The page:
We have come Full Circle

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Status: Finished  |  Genre: Literary Fiction  |  House: Booksie Classic
This is a short descriptive story I wrote that investigates the workings of a man who is facing execution. This is a completely new genre for me and I would really appreciate any advise or criticisms that you can offer :)

Submitted: September 09, 2012

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Submitted: September 09, 2012

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This was the end of the beginning. He had only been seventeen years old when she left, it must have been then that it started. The anger and fleeting moments of relief seemed to be the only stable aspect of his existence. But there was never any indication, for him, that it could have ended this way. This was too abrupt, too incomplete. There was no way up from here. He had done his worst.

The room was white and smelled like stale urine. He had his head rested on a cold and hard surface of grey metal when she walked in. He raised it slowly, as if willing the world to change his fate in the few seconds before his life, this choice, became the moment that the universe chose to remember of him. Nothing changed. In the bright silence of regret he knew his breaths were numbered. He exhaled the last air that belonged to him and inhaled the taste of captivity. It was strangely sweet, he thought, to know that so many choices were no longer his to make. They belonged, instead, to people he would never know.

He spent months holed up in that place. Within a few weeks he had gotten used to the smell of rot and the premature aging that had eroded the occasional face he was allowed to see. After a while he didn’t even notice the number of lines that were etched onto the wall. This became his solitude, a place where he could delve into the depths of his insanity. Each time he came back far less certain of who he had been to start off with. This was a journey he became gradually more willing to take.

But the time he spent here did not belong to him. He was reminded of that with each breath he took. His lungs burned for freedom at times. At others they collapsed into a silence of acceptance. But they were not his anymore, the air they breathed belonged to the strangers he had learned to distinguish by their smell.

And so it was that he had reached the beginning of the end. He walked out into the air for the last time that morning. It had been his last request; the one the world feels obliged to grant you. The air had been cold and he had felt it lift the hair on his arms, as if they were all saluting the dawn. In another life this might have been his every morning. But he had decided in the months that led up to this moment that it no longer mattered what could or should have been. There is a point at which it no longer matters which way you walk as long as you don’t stop moving. He would stop moving that afternoon, for the last time, and then it would be over. The birds swept across the sky as if flaunting the claim they had of their freedom. He could see the way they looked at him as he walked across the garden in his chains. He was embarrassed by their limitless potential in the face of his own unquestionable confinement to an unchangeable fate.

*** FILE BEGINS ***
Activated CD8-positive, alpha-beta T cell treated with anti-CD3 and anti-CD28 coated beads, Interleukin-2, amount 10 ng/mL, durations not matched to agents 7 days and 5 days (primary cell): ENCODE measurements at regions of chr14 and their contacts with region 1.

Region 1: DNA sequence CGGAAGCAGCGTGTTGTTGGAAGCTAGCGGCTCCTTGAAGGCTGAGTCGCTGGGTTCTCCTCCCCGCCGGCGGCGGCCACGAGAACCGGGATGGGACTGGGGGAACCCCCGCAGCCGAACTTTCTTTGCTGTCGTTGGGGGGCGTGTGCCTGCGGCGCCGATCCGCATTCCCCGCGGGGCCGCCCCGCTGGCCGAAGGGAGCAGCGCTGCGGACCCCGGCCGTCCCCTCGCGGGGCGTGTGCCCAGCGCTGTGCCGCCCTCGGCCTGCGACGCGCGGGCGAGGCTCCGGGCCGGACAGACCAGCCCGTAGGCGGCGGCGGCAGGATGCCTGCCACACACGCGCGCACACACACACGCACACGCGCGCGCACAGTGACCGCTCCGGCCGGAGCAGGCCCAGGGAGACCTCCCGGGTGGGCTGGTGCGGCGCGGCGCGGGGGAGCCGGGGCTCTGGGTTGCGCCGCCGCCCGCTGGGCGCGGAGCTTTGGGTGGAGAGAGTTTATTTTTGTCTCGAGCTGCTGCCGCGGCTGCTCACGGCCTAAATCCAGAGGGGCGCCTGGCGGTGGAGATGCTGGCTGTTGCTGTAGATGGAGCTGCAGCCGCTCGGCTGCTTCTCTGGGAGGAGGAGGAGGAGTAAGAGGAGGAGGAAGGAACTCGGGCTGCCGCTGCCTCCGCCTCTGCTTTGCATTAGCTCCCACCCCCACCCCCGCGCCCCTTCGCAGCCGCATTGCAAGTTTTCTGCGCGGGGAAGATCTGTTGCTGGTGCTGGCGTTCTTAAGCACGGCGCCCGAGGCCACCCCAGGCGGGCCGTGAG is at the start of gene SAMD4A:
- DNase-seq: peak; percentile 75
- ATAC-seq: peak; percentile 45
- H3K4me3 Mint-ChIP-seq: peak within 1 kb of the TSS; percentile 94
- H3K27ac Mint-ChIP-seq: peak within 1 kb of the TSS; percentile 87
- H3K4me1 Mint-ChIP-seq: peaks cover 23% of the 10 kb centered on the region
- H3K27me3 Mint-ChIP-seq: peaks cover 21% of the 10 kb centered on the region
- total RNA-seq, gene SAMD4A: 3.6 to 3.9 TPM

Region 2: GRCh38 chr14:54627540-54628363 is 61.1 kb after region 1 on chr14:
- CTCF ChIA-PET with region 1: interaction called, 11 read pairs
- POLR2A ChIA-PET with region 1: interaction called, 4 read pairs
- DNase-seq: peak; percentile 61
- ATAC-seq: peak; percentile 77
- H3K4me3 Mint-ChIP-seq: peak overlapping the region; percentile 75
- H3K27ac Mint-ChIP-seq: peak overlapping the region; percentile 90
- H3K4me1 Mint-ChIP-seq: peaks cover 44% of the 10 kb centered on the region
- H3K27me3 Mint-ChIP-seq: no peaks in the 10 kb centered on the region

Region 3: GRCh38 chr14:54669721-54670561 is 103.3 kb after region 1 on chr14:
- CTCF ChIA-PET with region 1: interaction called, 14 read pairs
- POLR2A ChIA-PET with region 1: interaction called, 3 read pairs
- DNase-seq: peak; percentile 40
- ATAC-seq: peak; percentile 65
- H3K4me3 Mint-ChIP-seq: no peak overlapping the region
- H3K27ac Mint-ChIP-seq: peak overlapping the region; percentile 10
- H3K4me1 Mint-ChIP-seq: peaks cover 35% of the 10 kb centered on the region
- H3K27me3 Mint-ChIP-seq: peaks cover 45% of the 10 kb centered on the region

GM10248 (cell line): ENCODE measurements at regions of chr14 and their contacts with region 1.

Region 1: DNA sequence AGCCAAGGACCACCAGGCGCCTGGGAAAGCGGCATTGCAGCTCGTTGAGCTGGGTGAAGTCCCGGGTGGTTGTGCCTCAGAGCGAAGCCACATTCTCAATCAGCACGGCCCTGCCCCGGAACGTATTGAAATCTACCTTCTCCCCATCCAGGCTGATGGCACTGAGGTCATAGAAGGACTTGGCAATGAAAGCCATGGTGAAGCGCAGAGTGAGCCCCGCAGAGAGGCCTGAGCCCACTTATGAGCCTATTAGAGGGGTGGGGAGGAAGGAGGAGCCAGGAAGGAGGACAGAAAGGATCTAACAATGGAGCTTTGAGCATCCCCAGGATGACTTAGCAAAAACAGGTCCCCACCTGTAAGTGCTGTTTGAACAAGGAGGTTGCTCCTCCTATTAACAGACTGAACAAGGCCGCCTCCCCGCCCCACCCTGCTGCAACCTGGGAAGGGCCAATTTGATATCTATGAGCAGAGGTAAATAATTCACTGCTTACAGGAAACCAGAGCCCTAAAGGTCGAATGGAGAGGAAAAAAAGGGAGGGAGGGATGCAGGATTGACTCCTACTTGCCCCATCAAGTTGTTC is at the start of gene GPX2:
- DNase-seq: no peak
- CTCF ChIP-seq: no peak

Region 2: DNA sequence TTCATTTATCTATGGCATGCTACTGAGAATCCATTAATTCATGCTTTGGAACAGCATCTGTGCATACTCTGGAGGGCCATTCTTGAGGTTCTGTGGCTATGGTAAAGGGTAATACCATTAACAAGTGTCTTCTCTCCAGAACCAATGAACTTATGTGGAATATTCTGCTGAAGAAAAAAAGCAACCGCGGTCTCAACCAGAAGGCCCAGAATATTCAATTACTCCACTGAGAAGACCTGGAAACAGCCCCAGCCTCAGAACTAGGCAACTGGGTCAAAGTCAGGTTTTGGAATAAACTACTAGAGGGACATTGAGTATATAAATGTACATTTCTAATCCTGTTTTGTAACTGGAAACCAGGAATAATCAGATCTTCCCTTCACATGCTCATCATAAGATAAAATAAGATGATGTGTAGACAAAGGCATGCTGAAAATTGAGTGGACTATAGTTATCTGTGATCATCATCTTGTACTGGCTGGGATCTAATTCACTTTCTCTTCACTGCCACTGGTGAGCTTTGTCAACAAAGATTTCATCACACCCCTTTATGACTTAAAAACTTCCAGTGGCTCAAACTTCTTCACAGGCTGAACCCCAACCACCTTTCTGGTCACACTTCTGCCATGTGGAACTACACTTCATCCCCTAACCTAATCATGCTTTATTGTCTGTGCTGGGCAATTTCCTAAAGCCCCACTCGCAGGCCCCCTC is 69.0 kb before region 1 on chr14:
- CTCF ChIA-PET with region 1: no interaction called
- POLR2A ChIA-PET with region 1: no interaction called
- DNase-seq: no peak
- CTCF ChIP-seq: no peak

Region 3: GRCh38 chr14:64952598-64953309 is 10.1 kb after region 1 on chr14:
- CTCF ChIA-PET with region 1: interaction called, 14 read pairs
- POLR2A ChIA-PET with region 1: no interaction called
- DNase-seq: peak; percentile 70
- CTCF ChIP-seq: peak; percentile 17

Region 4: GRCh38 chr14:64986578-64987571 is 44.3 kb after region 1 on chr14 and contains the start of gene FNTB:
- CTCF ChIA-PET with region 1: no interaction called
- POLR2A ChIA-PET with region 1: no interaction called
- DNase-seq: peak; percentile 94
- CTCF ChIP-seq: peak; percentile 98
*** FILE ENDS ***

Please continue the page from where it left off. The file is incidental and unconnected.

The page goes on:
He had asked for her to be in the room with him as it happened. He knew that she would have no mercy. She flipped the switch and only looked into his face for a second before turning away in disgust. He enjoyed watching her squirm under his gaze, it made him feel alive. He could remember the days when, as a child, he would paint his face with the blood from a dead bird to see how many people would turn away from him with that same expression. It was a face he knew well, a face that had been waiting for him at every corner, on every doorstep and in every heartbeat. It had only hurt him once, but in the end it had hurt her more – he had hurt her more.

As the darkness crept into the noisiest compartments of his brain he felt each moment of his life disappear into a silent question of what it could have been. He did not know where her life ended and his began. It was her face he saw last, though, crying bloody rivers. But she was smiling for the first time in his memory of her. He had let her win again. She was coming with him into the world that followed this one. He was never going to escape her.

The worst part of all this, he thought as the darkness swept through his last conscious fragment, was that he had no idea why he had done it.


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